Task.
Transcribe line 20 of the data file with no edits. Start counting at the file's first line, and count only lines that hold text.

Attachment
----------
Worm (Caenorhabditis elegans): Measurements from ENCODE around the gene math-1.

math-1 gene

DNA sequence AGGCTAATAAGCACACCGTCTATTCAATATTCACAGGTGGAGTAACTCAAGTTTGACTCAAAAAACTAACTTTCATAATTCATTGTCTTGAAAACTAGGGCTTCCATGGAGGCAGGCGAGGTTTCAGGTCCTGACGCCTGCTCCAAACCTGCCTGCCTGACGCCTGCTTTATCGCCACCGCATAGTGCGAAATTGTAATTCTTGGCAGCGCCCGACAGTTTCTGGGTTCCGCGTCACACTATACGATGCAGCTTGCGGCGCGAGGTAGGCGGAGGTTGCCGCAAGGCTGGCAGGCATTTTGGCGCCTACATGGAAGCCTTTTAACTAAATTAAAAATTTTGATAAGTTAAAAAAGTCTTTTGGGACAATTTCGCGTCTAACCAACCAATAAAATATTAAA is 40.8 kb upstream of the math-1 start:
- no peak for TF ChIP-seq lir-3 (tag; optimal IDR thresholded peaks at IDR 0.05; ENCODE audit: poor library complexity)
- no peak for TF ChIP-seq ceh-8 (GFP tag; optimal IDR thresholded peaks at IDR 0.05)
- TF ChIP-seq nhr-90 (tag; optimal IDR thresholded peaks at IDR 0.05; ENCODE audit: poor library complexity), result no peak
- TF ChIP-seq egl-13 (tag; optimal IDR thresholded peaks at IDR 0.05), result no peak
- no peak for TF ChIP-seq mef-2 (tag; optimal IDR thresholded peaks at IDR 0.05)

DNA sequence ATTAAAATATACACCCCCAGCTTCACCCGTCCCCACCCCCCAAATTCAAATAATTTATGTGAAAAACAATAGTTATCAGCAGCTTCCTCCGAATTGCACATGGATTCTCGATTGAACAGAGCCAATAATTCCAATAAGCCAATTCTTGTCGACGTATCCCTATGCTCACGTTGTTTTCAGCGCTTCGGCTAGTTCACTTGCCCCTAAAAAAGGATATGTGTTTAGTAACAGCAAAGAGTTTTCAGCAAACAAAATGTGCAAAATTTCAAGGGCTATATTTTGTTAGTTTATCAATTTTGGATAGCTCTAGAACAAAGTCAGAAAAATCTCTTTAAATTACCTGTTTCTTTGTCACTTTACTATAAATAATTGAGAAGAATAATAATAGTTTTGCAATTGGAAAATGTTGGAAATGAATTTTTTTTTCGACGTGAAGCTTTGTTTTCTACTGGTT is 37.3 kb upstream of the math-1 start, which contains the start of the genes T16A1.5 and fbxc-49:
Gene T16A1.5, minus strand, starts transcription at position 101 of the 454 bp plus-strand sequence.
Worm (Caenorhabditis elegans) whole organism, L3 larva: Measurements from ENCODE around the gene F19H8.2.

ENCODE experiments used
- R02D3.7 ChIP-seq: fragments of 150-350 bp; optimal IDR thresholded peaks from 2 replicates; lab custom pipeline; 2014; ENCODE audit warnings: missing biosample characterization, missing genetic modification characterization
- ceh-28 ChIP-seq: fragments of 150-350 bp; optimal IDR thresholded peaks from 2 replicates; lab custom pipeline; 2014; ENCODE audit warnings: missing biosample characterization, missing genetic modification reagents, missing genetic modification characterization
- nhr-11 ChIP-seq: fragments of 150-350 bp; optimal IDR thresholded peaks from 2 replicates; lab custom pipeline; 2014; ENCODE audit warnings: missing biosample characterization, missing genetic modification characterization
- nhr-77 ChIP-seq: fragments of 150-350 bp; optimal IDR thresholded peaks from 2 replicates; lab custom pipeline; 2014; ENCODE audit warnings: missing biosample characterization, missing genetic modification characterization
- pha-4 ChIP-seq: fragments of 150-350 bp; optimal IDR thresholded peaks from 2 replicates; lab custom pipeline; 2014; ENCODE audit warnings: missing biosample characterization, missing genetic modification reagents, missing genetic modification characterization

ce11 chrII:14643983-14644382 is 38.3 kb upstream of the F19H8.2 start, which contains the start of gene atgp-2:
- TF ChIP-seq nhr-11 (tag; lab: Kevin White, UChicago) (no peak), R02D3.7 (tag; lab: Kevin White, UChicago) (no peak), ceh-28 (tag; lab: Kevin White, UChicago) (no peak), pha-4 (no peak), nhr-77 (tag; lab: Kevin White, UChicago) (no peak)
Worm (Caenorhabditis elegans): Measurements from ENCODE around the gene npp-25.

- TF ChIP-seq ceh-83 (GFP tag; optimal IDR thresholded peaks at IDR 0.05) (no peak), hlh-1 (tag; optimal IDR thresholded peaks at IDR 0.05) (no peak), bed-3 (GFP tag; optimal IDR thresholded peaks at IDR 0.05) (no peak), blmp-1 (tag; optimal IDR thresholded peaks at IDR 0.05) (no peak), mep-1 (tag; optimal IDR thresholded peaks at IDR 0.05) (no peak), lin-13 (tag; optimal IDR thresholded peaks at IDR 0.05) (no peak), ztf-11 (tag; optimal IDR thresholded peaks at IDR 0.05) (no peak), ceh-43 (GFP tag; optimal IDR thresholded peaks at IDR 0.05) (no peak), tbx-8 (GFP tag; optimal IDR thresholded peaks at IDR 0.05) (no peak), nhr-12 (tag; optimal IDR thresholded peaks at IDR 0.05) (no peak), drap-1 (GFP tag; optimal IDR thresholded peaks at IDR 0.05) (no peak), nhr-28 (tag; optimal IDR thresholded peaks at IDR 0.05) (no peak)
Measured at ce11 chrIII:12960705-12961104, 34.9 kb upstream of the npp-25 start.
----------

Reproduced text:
Worm (Caenorhabditis elegans): Measurements from ENCODE around the gene npp-25.